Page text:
All you have to do to get unsolicited mortgage advice is tell someone that you’re about to begin looking for a new home. Some of it, such as a recommendation of an exceptional lender, is good. Much of it is not.
5 pieces of advice you should absolutely ignore are:
1. Find the house you want before you talk with a lender.
Those who give this advice will tell you that pre-qualifications don’t mean a darn thing, so you’re just wasting your time.
They’re right – pre-qualifications are useless. You need a pre-approval. In a pre-qualification the borrower simply gives information about their current situation and the lender writes a letter that says something along the lines of “If all this is true, then Joe qualifies for a loan up to X dollars.”
In a pre-approval, the borrower supplies relevant documentation, the lender verifies that information and runs a credit report, and an underwriter makes a decision.
The truth: Smart home buyers always get a pre-approval before going shopping. Not only will this prevent them from lusting after homes they can’t possibly purchase, it helps strengthen their offer when they find the right home.
Home sellers naturally are more eager to accept an offer from a borrower who has a pre-approval than from a borrower who has yet to speak with a lender.
2. Use the bank where you have your checking and savings accounts.
The adviser’s theory is that since you already have an ongoing relationship with your bank they’ll naturally give you more favorable rates. Some even advertise how they make the loan process easy for their current clients. But it’s not necessarily true.
The truth: You should shop for a lender just as you shopped for a home. Each bank has their own guidelines, regulations, and fees – and they wouldn’t change even if you were the loan officer’s sister.
In most instances, you should choose a mortgage broker over a single bank. A mortgage broker has access to a wide variety of loan programs at different banks and can help you find the best one for your particular situation.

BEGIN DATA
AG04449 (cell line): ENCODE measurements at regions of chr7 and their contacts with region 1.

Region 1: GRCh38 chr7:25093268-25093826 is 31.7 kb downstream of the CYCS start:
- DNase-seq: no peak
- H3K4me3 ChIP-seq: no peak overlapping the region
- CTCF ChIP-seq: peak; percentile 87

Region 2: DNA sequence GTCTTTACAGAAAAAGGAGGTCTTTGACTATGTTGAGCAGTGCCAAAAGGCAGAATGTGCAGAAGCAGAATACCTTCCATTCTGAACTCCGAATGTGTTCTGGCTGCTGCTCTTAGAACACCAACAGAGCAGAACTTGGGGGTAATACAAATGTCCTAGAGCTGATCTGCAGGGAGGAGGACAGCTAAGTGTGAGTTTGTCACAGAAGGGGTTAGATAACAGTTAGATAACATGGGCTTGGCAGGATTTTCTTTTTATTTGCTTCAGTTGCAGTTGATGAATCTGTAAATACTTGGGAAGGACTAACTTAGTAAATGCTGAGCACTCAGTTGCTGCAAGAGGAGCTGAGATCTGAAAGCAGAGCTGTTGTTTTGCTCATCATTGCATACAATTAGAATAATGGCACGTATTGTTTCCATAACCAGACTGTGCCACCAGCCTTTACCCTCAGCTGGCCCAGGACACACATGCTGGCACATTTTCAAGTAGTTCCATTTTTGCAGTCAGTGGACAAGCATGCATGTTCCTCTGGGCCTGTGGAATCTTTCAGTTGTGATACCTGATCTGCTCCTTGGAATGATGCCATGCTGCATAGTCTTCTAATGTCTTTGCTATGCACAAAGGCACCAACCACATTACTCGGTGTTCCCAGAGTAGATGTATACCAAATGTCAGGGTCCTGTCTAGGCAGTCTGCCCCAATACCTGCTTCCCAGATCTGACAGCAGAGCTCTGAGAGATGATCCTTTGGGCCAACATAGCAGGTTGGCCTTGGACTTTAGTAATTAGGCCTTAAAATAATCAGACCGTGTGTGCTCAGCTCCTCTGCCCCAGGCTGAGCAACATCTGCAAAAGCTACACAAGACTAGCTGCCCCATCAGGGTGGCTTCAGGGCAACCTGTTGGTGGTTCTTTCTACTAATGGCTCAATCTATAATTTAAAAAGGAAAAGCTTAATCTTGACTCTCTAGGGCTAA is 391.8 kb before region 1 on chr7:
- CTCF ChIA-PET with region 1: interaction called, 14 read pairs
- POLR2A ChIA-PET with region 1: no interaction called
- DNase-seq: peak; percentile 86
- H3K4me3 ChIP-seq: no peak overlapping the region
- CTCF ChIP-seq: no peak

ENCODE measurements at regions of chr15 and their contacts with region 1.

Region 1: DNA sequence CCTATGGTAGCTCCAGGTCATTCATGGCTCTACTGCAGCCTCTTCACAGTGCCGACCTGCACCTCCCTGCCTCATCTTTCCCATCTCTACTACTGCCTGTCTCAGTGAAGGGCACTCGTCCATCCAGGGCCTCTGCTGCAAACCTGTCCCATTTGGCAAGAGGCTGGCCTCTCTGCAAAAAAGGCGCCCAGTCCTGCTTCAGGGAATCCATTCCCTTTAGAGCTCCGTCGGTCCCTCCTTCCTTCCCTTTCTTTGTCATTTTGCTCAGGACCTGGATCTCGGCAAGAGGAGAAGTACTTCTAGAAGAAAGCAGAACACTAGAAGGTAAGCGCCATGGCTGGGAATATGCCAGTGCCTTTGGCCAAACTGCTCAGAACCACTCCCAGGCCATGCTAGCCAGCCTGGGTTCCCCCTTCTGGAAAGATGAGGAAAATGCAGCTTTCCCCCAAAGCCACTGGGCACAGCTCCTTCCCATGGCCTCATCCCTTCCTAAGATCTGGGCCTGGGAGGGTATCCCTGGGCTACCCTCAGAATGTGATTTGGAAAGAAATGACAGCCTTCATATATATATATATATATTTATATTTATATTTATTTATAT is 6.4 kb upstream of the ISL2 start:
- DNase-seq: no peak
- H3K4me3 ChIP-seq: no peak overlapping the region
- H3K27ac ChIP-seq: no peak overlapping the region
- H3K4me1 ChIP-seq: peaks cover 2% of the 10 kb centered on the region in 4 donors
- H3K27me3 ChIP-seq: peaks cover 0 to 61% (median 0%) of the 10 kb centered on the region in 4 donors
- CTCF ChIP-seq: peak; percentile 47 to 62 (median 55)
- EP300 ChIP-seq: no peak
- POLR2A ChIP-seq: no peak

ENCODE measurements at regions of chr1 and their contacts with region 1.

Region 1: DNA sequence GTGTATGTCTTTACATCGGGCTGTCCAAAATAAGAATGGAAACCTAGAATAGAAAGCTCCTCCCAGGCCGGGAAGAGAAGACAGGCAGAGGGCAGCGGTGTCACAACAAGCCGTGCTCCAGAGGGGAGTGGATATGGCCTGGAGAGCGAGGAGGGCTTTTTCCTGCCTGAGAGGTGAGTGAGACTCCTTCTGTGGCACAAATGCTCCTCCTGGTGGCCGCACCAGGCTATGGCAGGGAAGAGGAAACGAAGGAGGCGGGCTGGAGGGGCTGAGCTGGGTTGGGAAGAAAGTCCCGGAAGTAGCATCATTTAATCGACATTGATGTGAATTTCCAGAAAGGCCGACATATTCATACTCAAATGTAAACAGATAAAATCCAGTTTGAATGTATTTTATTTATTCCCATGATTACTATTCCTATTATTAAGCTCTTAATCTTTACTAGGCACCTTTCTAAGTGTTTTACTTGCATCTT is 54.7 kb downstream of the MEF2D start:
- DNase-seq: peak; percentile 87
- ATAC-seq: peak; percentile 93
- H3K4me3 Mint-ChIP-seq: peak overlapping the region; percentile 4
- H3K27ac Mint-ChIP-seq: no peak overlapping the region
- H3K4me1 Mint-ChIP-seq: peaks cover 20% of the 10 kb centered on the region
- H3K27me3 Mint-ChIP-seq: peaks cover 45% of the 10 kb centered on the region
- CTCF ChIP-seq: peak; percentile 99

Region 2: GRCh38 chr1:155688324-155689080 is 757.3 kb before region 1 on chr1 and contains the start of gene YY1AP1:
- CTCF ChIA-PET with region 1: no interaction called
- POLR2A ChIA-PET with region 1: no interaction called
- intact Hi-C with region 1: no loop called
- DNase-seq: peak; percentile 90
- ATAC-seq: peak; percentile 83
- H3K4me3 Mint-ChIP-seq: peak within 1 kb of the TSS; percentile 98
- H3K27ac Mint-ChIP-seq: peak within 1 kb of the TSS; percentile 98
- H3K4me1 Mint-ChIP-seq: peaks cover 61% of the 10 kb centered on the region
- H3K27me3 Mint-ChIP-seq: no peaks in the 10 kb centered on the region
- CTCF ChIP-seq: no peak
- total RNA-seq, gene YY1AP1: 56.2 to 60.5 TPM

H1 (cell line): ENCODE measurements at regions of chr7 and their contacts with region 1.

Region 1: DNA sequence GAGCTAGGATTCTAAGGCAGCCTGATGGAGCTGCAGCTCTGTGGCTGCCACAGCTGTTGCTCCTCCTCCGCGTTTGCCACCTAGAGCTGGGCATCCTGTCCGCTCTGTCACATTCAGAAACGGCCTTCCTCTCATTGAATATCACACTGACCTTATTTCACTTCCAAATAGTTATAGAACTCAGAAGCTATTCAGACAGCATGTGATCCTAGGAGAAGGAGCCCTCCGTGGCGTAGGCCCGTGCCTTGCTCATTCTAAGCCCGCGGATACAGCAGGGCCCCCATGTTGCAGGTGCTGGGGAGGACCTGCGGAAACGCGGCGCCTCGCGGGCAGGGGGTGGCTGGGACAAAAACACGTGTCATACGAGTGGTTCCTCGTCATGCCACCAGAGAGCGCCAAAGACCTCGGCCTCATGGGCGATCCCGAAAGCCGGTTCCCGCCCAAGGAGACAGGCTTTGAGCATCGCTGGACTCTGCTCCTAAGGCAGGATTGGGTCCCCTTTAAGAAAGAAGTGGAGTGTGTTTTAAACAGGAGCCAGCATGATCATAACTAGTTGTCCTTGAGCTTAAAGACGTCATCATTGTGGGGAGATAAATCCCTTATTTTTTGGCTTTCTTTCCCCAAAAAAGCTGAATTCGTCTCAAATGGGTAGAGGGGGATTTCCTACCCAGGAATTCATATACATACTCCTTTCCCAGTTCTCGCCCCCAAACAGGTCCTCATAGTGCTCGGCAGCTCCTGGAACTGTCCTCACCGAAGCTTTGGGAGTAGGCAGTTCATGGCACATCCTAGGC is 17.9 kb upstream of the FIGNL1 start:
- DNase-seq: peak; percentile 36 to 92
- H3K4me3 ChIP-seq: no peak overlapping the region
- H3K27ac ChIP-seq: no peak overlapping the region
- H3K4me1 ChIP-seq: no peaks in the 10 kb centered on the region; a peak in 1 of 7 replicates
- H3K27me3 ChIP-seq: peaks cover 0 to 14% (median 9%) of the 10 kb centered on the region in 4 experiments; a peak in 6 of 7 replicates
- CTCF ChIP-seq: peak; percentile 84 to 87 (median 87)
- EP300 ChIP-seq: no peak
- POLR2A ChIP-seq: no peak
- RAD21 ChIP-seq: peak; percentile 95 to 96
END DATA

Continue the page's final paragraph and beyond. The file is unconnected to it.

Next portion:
3. Always choose the lender and loan program with the lowest interest rate.
This sounds like common sense, until you realize that the interest rate isn’t the only variable. It’s true that your monthly payment will be lower, but that low rate might come in the form of an Adjustable Rate Mortgage, which could come back to bite you.
Thousands fell victim to this in the recent downturn. Home prices fell and they were unable to refinance into a fixed rate mortgage when their interest rates re-set. As a consequence, far too many of those borrowers were forced into short sales or foreclosures.
In addition, low rates might come with high fees, which are added to the loan balance.
Before making any decision, compare ALL of the variables and consider your long-term plans.
4. Reading the fine print is a waste of time. Just sign here.
Yes, it is true that mortgage documents contain a lot of words and it takes a considerable amount of time to read them all. That’s why real estate agents and loan closers want you to trust that it’s all “standard” information and nothing to worry about. No one wants to sit at the table for 2 or 3 hours while you go over each page.
The truth: It may all be standard and nothing to worry about – but it may not.
The fine print could contain clauses that can cost you thousands of dollars. For instance, there could be a sneaky little “due on sale” clause hiding between more benign sentences.
If possible, get your documents a day or two ahead of time and take the time to read and understand them. Otherwise, let the closer know that you’ll be arriving a few hours early for the signing so that you can read the contract in private before being expected to sign.
You may find something you need to dispute. If so, stop right there and don’t sign until the issue is resolved.
5. Borrow as much as your lender says you can afford.
If the bank says you can afford it, why not go for the biggest, best house you can get? After all, they’ve looked at your finances and wouldn’t approve you for more than you can afford.
Several reasons, the first being that your lender doesn’t know what else might be important in your life.
• You might enjoy the comfort of having money left over at the end of the month.
• You might enjoy dining at 5-star restaurants, vacationing abroad, spending week-ends at the beach or on a skill hill, or sending your children to expensive summer camps.
• You might have dreams of early retirement, or of starting your own business.
Add to that the fact that none of us can ever predict when a job layoff or an illness could curtail our incomes. And, don’t forget that the bigger the home, the more expensive the upkeep.
You want to enjoy your new home, not become its slave. So purchase the house the fits your lifestyle, your actual needs, and a monthly payment that fits comfortably within your budget. Don’t spend money on square footage or amenities that will add to your stress rather than your pleasure.
When you’re ready, we at Homewood Mortgage, the Mike Clover Group, will be happy to talk with you and show you the loan programs available to you. We’ll also be happy to get you pre-approved, so you can shop for your new home with confidence.
You can reach us at 469.621.8484 or you can apply on line at www.mikeclover.com.
18170 Dallas Parkway
Dallas, TX 75287